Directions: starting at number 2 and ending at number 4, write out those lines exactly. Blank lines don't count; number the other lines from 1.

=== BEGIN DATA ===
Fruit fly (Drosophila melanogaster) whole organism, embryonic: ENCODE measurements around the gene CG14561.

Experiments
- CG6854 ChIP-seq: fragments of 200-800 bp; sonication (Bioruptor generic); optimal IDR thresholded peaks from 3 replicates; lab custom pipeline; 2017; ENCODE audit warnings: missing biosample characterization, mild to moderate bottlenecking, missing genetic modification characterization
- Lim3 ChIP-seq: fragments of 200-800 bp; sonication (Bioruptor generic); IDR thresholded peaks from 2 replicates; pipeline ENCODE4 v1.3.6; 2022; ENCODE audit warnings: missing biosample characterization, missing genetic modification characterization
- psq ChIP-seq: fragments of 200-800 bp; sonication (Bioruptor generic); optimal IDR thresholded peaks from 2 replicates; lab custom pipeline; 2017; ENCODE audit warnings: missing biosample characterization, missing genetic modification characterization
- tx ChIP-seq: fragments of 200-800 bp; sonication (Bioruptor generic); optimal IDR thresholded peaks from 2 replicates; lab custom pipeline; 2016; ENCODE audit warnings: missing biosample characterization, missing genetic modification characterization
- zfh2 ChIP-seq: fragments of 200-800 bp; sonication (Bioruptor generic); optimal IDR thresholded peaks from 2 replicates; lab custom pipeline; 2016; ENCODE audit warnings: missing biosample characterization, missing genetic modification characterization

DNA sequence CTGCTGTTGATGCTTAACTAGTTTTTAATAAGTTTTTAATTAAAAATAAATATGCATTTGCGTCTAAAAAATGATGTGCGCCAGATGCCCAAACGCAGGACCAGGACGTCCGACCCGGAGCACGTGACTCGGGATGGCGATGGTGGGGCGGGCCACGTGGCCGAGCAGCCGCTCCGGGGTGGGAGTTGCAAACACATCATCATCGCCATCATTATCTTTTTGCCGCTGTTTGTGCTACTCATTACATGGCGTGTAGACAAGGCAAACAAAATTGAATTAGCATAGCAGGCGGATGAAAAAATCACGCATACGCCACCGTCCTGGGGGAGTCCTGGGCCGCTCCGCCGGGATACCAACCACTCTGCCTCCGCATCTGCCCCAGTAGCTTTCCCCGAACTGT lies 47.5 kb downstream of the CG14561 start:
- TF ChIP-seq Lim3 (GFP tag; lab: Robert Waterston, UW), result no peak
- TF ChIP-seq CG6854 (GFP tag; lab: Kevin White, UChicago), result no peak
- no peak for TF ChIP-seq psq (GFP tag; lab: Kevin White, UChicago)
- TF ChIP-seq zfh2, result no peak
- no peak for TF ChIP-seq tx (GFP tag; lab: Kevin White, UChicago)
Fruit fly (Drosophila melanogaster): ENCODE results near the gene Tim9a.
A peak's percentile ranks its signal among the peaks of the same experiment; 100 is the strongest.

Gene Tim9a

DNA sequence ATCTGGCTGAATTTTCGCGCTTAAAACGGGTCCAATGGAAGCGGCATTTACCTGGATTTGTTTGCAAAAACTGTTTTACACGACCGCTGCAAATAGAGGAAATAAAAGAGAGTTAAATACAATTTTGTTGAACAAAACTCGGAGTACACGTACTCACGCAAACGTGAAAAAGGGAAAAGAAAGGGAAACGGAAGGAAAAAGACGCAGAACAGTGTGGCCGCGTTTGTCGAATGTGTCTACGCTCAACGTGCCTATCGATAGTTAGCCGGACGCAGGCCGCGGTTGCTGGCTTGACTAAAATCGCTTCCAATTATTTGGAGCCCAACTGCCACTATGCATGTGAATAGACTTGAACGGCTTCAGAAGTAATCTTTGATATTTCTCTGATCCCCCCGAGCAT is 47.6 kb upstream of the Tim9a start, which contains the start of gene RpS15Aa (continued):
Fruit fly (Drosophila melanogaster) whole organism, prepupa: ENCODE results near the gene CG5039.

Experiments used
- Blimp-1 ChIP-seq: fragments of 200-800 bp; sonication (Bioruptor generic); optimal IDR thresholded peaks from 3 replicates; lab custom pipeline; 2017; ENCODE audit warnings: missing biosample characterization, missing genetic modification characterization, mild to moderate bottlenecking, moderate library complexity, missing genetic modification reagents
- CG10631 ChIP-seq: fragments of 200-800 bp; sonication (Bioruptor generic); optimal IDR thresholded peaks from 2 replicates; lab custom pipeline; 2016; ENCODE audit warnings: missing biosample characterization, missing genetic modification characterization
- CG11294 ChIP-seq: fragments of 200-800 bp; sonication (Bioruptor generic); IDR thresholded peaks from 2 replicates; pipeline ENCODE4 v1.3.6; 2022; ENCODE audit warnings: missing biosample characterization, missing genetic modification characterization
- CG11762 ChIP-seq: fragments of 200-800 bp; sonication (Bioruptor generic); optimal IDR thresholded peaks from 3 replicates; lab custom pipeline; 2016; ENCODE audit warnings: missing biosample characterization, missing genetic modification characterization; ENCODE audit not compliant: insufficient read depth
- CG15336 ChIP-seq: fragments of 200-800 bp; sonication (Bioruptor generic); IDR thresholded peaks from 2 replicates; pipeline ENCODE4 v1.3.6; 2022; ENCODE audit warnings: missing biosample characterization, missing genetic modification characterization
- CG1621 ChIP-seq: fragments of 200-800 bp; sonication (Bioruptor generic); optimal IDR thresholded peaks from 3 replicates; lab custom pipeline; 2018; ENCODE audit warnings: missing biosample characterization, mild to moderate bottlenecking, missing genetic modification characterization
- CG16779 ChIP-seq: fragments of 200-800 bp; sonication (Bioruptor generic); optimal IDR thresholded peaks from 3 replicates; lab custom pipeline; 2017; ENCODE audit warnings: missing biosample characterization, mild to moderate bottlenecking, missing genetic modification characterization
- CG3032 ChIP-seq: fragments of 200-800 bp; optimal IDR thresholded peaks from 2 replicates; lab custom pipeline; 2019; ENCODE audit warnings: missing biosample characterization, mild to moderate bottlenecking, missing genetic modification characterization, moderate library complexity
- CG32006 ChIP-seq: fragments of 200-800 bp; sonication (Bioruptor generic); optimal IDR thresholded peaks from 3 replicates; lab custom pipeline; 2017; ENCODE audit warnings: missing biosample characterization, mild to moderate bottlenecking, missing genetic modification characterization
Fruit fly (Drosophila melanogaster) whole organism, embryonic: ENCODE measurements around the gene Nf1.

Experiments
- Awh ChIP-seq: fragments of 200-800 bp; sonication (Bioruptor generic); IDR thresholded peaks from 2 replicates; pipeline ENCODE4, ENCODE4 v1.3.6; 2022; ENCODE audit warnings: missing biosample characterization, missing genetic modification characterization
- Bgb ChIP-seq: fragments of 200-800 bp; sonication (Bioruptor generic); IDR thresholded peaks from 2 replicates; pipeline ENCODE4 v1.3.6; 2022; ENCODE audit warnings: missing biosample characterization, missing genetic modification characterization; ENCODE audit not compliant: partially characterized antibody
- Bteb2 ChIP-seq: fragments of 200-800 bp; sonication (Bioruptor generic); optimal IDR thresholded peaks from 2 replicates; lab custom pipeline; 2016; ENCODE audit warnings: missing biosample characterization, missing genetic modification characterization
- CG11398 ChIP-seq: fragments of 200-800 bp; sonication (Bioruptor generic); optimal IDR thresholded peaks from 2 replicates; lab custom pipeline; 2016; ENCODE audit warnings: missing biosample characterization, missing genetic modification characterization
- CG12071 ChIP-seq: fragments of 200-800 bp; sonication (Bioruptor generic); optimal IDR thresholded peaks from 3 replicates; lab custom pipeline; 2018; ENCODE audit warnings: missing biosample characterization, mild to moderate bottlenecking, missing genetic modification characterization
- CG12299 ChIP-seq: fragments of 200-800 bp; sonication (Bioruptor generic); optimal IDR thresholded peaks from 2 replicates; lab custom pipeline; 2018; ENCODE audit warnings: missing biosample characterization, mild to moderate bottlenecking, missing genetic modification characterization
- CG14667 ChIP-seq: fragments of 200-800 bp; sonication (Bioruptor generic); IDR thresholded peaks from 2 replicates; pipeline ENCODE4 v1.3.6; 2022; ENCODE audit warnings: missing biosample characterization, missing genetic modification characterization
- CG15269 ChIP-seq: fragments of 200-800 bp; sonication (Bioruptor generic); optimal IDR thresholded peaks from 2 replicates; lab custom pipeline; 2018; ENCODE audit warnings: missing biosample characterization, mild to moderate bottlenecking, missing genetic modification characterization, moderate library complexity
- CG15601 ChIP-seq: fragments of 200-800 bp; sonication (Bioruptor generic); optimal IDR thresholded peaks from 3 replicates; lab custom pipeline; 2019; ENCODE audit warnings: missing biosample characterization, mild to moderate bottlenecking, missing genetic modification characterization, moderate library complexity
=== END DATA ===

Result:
Experiments
- CG6854 ChIP-seq: fragments of 200-800 bp; sonication (Bioruptor generic); optimal IDR thresholded peaks from 3 replicates; lab custom pipeline; 2017; ENCODE audit warnings: missing biosample characterization, mild to moderate bottlenecking, missing genetic modification characterization
- Lim3 ChIP-seq: fragments of 200-800 bp; sonication (Bioruptor generic); IDR thresholded peaks from 2 replicates; pipeline ENCODE4 v1.3.6; 2022; ENCODE audit warnings: missing biosample characterization, missing genetic modification characterization